Pleomorphic Xanthoastrocytoma (PXA) and Anaplastic Pleomorphic Xanthoastrocytoma (APXA) Diagnosis and Treatment
Pleomorphic xanthoastrocytoma (PXA) and anaplastic pleomorphic xanthoastrocytoma (APXA) are two types of very rare astrocytomas. They are primary central nervous system (CNS) tumors. This means they begin in the brain or spinal cord.
To get an accurate diagnosis, a piece of tumor tissue will be removed during surgery, if possible. A neuropathologist should then review the tumor tissue.
What are the grades of PXA and APXA?
Primary CNS tumors are graded based on the tumor location, tumor type, extent of tumor spread, genetic findings, the patient’s age, and tumor remaining after surgery, if surgery is possible.
These tumors are grouped in two grades based on their characteristics.
- Grade II PXAs are low grade tumors. This means the tumor cells grow slowly.
- Grade III APXAs are malignant (cancerous). This means they are fast-growing tumors.
What do PXAs and APXAs look like on an MRI?
PXAs often form fluid-filled cysts in a mural nodule, which means a cyst within solid tissue with a dense appearance on MRI. APXAs may appear similar to PXAs, but the way they look varies and makes it difficult to tell apart from other primary CNS tumors. The diagnosis of PXA or APXA can’t be made by imaging alone because they look the same as glioblastomas and other high-grade brain cancers.
What causes PXAs and APXAs?
Cancer is a genetic disease – that is, cancer is caused by certain changes to genes that control the way our cells function. Genes may be mutated (changed) in many types of cancer, which can increase the growth and spread of cancer cells. The cause of most PXAs and APXAs is not known. People with gene changes that can be passed down through families such as neurofibromatosis type I and familial melanoma/astrocytoma syndrome, are at increased risk for developing PXAs and APXAs.
Where do PXAs and APXAs form?
PXAs and APXAs usually occur in one of the four lobes of the brain. The temporal lobe is the most common location. Rarely, PXAs and APXAs can form in the cerebellum, brainstem, and spinal cord. PXAs and APXAs are usually located close to the surface of the brain tissue. Scientists believe these tumors arise from cells that grow into glial and nerve cells. PXAs and APXAs can look a variety of ways under the microscope and can be challenging to diagnose, as they share characteristics with other primary brain tumors. Review by an expert neuropathologist is recommended to confirm this diagnosis. Molecular testing will often reveal a BRAF gene change in these tumors.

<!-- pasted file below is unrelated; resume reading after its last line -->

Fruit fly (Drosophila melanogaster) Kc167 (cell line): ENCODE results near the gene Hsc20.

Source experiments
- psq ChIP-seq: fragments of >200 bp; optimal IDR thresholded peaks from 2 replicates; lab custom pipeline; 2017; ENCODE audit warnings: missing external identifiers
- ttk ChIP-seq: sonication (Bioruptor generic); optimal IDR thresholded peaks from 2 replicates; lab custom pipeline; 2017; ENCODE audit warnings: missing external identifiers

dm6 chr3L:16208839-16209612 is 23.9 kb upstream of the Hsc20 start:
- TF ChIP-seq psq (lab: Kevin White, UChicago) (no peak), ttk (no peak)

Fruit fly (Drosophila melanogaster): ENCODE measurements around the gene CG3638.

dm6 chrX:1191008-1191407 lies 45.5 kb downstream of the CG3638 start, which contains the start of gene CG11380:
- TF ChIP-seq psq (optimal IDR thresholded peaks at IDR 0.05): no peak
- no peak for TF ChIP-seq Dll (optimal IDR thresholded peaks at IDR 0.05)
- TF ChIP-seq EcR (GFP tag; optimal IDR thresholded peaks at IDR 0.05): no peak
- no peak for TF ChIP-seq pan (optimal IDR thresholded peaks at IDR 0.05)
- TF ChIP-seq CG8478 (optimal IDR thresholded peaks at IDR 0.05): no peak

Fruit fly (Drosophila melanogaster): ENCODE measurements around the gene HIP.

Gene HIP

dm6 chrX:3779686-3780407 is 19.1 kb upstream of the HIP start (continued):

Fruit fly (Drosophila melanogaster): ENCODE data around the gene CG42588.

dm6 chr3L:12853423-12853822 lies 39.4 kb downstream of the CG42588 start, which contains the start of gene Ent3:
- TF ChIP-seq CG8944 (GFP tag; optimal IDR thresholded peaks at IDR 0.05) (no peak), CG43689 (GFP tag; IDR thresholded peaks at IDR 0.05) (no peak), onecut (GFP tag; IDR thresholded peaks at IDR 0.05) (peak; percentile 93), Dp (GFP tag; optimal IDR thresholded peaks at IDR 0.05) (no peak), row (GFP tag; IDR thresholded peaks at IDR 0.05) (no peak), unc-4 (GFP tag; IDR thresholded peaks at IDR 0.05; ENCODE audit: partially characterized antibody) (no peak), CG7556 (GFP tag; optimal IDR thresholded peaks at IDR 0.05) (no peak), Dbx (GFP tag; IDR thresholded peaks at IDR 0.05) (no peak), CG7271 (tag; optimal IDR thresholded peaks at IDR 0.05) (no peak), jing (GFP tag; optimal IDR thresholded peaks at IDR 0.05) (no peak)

Do PXAs and APXAs spread?
PXAs are slow-growing tumors that usually don’t spread. APXAs are fast-growing tumors that usually invade brain tissue in the lobe of the brain where they started. It’s rare for APXAs and PXAs to spread to other areas of the CNS. There are no reported cases of spread outside of the CNS.
What are symptoms of a PXA or APXA?
Symptoms related to PXAs and APXAs depend on the tumor’s location. Here are some possible symptoms that can occur.
PXA or APXA Symptoms
People with PXAs may have:
- Chronic headaches
People with APXAs may have:
- Speech and language changes
Who is diagnosed with PXAs and APXAs?
PXAs and APXAs can occur at any age, but tend to happen in young adulthood, and occur slightly more often in males than females. PXAs and APXAs are more common in people of African descent. An estimated 1,081 people are living with this tumor in the United States.
What is the prognosis of PXAs and APXAs?
The likely outcome of the disease or chance of recovery is called prognosis.
PXA and APXA Prognosis
The relative 5-year survival rate for PXA and APXA is 76.2% but know that many factors can affect prognosis. This includes the tumor grade and type, traits of the cancer, the person’s age and health when diagnosed, and how they respond to treatment. If you want to understand your prognosis, talk to your doctor.
What are treatment options for PXAs and APXAs?
The first treatment for a PXA and APXA is surgery, if possible. The goal of surgery is to obtain tissue to determine the tumor type and to remove as much tumor as possible without causing more symptoms for the person. PXAs can often be treated by surgery alone.
If they come back after surgery, there is no standard treatment for PXAs and APXAs. Possible treatments at this time may include radiation, chemotherapy, targeted therapies, or clinical trials. If a BRAF change is present, clinical trials using a drug to target that may also be an option. Treatments are decided by the patient’s healthcare team based on the patient’s age, remaining tumor after surgery, tumor type, and tumor location.
Open Clinical Studies for PXAs and APXAs
- Outcomes and Risk Project for Patients with Rare CNS Cancers
- Evaluation of the Natural History and Specimen Banking for Patients with CNS Cancers
- Virtual Reality Study for Patients with Brain Cancer
- Sleep Observation Study for Patients with Brain Cancer
- CALM Therapy Intervention Study for Patients with Brain Cancer
- Immune Checkpoint Inhibitor Nivolumab for Patients with Rare CNS Cancers
- ONC206 for Patients with Rare CNS Neoplasms
- Army Neurologist Helps Provide Multidisciplinary Care to Rare CNS Tumor Patients
- PXA Tumor Survivor Starts Life Over After Learning He Was Misdiagnosed
- Living with a Brain or Spine Tumor
Find doctors and nurses with experience treating this tumor.